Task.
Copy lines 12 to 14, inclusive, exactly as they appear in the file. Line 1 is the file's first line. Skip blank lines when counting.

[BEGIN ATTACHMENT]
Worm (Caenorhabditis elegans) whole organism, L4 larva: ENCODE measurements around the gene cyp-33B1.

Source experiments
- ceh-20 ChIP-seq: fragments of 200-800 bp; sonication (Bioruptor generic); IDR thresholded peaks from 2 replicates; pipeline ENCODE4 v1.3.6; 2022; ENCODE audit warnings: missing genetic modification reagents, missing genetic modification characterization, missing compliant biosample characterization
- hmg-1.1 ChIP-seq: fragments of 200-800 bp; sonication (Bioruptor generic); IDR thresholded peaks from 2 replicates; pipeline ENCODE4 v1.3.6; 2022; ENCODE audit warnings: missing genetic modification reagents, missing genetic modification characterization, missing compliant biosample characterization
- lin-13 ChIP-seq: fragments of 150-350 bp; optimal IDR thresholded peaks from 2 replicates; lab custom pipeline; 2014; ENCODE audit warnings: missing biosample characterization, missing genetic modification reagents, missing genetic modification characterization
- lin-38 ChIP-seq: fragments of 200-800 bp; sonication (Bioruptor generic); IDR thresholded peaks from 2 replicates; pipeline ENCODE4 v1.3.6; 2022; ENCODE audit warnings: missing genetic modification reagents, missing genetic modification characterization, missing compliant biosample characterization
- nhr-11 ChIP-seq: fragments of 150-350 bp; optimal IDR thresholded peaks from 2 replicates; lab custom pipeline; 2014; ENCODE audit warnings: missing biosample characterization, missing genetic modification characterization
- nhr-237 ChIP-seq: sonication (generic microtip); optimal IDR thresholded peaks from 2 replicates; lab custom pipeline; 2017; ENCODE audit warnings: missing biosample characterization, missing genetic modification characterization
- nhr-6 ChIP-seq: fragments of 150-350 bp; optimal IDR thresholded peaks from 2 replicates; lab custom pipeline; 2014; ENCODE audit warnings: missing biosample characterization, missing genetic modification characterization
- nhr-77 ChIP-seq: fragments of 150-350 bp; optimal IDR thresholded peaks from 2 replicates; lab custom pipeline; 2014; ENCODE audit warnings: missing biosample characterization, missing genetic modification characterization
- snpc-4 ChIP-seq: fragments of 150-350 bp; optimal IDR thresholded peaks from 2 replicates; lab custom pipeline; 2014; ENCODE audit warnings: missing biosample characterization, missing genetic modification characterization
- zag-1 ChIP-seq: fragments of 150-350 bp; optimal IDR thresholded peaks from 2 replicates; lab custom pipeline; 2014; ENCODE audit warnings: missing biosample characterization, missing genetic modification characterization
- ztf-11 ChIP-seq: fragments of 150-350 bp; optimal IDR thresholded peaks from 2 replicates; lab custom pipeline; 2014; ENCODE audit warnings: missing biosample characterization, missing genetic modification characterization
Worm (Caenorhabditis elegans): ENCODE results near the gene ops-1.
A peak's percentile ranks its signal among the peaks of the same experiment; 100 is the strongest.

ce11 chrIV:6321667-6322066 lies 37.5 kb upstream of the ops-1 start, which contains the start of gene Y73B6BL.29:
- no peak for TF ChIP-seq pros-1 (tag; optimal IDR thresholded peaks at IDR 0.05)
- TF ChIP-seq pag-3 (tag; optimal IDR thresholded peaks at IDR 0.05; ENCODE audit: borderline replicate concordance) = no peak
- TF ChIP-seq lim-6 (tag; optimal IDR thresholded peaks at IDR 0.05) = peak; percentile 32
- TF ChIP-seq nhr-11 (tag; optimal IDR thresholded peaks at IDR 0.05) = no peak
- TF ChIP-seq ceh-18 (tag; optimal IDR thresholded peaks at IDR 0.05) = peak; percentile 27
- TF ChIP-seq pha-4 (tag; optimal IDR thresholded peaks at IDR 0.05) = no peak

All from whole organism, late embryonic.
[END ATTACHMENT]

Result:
- zag-1 ChIP-seq: fragments of 150-350 bp; optimal IDR thresholded peaks from 2 replicates; lab custom pipeline; 2014; ENCODE audit warnings: missing biosample characterization, missing genetic modification characterization
- ztf-11 ChIP-seq: fragments of 150-350 bp; optimal IDR thresholded peaks from 2 replicates; lab custom pipeline; 2014; ENCODE audit warnings: missing biosample characterization, missing genetic modification characterization
Worm (Caenorhabditis elegans): ENCODE results near the gene ops-1.